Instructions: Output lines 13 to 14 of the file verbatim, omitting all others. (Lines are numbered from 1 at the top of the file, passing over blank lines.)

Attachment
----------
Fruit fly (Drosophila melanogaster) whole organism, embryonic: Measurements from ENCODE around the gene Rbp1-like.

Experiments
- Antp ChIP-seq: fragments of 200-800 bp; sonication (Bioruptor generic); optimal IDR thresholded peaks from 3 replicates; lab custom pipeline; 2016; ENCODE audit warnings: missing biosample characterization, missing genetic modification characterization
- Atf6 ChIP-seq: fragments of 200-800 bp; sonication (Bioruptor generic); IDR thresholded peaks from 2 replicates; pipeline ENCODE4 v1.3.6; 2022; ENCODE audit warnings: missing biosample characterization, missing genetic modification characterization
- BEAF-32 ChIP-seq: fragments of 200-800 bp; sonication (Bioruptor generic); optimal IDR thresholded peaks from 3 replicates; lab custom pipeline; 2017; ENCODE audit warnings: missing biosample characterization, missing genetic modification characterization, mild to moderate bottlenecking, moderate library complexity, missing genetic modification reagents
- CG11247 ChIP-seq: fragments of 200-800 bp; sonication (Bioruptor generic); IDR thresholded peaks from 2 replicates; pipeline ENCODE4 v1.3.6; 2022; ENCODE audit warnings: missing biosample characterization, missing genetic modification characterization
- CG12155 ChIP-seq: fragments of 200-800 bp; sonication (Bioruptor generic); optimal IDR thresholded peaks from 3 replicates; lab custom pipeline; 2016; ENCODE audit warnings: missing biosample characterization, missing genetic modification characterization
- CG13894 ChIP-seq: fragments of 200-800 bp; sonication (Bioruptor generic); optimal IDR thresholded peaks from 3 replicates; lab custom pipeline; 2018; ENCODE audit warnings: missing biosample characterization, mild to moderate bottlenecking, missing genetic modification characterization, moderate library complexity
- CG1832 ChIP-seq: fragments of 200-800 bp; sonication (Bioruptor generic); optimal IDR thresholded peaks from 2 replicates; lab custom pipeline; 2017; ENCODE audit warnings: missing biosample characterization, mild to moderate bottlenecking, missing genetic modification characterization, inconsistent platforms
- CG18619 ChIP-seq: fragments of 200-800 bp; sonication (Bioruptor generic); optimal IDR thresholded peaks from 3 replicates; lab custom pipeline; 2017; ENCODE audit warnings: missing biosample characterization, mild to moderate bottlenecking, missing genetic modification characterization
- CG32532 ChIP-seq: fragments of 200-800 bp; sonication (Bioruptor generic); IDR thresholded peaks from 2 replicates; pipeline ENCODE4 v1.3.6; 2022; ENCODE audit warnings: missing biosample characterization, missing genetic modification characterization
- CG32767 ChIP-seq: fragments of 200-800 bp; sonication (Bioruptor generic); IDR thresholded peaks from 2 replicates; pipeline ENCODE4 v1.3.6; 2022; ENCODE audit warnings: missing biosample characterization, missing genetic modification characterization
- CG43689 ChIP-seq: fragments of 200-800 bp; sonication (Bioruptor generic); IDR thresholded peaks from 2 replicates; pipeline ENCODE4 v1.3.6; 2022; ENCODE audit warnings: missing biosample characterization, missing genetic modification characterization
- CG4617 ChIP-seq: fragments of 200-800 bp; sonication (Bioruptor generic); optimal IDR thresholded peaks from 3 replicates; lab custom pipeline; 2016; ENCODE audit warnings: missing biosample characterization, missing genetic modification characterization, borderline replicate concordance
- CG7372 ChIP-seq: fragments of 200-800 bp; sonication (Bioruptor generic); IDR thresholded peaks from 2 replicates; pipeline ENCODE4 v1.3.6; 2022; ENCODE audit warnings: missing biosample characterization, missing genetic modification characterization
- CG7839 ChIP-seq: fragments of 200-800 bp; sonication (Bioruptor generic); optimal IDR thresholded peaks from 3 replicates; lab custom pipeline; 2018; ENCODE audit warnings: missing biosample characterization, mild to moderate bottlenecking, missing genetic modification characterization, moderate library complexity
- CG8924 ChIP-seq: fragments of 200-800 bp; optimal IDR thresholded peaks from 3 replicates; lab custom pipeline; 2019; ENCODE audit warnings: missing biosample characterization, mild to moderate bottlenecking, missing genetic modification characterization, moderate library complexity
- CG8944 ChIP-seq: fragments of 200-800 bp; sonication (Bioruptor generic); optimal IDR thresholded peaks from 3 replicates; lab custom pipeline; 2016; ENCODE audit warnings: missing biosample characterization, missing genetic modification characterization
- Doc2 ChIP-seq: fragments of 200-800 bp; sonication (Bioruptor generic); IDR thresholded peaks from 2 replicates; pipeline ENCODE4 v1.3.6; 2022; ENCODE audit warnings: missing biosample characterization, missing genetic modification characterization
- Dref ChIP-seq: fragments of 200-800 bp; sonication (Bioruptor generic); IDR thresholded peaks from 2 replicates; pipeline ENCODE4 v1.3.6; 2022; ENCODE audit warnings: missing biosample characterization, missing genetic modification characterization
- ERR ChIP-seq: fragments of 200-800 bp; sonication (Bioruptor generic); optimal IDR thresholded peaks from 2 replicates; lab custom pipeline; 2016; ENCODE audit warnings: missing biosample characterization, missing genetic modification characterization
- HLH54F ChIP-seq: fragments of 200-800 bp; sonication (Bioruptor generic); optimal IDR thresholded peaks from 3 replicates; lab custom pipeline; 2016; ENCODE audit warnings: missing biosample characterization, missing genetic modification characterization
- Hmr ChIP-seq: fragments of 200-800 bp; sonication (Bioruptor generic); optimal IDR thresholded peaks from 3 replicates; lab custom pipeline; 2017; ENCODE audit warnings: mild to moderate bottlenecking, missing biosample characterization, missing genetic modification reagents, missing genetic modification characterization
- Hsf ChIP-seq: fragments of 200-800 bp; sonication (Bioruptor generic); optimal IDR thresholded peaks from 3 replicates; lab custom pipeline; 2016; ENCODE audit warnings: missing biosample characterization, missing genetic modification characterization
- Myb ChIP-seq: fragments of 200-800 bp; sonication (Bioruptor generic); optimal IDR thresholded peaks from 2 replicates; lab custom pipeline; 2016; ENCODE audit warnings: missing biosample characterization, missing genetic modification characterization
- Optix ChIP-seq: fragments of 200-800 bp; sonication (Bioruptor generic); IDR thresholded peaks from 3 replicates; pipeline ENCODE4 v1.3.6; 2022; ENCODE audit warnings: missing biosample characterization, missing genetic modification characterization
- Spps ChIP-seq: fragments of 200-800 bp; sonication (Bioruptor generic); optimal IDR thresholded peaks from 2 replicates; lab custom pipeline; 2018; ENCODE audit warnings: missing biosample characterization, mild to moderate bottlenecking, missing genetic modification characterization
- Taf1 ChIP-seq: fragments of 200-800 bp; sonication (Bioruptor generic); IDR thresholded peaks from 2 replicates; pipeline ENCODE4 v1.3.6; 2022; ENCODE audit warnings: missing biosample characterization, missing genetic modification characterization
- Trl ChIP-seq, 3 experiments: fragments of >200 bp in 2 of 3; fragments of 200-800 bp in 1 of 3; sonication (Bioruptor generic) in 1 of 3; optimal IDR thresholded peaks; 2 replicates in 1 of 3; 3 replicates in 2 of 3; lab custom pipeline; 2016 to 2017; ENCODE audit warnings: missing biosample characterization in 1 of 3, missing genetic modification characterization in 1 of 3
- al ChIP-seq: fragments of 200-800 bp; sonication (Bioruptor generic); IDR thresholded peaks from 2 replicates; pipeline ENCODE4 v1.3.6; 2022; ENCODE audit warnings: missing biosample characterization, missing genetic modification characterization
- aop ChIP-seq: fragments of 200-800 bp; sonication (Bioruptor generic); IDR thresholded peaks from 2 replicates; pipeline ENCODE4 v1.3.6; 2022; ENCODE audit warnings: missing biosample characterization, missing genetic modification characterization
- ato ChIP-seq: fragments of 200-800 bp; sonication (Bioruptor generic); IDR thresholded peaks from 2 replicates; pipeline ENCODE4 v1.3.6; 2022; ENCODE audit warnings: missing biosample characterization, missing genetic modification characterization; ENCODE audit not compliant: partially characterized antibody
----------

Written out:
- CG43689 ChIP-seq: fragments of 200-800 bp; sonication (Bioruptor generic); IDR thresholded peaks from 2 replicates; pipeline ENCODE4 v1.3.6; 2022; ENCODE audit warnings: missing biosample characterization, missing genetic modification characterization
- CG4617 ChIP-seq: fragments of 200-800 bp; sonication (Bioruptor generic); optimal IDR thresholded peaks from 3 replicates; lab custom pipeline; 2016; ENCODE audit warnings: missing biosample characterization, missing genetic modification characterization, borderline replicate concordance